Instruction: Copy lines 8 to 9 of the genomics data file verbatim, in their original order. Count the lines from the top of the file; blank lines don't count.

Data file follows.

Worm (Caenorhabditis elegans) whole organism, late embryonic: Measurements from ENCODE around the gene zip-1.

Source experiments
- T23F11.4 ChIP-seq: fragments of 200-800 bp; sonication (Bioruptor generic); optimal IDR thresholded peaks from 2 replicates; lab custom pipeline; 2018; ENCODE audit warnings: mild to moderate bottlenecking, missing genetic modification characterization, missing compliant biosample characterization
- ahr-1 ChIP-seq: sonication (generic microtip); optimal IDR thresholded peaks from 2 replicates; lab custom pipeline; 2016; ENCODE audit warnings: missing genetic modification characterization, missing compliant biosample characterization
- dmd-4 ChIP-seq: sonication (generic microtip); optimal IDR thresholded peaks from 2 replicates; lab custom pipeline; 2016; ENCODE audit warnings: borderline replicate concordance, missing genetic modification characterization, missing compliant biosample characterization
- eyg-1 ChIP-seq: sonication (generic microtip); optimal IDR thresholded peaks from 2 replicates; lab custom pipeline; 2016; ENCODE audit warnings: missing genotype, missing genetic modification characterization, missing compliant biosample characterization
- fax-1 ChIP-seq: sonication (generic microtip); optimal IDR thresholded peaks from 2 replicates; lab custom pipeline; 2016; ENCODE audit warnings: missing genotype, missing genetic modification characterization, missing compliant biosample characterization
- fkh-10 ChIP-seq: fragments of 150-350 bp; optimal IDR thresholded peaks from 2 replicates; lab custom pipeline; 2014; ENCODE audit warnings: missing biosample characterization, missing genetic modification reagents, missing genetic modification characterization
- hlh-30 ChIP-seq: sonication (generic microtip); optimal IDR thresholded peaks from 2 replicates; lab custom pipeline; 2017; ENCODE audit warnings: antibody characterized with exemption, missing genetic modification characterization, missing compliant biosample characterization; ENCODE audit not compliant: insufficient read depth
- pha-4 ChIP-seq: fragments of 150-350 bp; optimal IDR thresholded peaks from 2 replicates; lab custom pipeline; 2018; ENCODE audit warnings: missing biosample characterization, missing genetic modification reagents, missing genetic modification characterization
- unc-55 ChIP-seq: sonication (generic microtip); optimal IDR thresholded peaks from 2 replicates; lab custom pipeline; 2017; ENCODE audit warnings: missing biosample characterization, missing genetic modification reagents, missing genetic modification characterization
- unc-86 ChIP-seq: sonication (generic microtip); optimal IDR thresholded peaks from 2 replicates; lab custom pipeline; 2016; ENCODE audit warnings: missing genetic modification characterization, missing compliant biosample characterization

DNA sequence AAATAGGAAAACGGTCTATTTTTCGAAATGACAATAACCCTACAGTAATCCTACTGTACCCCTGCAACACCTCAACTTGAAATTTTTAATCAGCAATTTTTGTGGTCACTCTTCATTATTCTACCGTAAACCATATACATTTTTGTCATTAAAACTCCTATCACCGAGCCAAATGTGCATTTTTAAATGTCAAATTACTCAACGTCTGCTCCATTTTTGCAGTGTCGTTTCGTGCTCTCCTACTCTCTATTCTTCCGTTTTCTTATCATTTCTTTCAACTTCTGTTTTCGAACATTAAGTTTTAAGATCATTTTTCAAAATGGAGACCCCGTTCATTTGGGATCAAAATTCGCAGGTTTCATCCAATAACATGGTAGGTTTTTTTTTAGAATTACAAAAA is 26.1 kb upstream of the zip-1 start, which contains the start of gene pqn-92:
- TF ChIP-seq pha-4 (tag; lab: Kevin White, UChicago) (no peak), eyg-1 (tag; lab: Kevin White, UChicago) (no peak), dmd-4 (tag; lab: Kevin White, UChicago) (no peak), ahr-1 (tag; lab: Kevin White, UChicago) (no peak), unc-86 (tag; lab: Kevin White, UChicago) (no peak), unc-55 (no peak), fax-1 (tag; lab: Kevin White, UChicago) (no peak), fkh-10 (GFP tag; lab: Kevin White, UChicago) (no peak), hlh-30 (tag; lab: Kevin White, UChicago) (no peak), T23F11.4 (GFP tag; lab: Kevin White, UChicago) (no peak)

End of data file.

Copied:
- fkh-10 ChIP-seq: fragments of 150-350 bp; optimal IDR thresholded peaks from 2 replicates; lab custom pipeline; 2014; ENCODE audit warnings: missing biosample characterization, missing genetic modification reagents, missing genetic modification characterization
- hlh-30 ChIP-seq: sonication (generic microtip); optimal IDR thresholded peaks from 2 replicates; lab custom pipeline; 2017; ENCODE audit warnings: antibody characterized with exemption, missing genetic modification characterization, missing compliant biosample characterization; ENCODE audit not compliant: insufficient read depth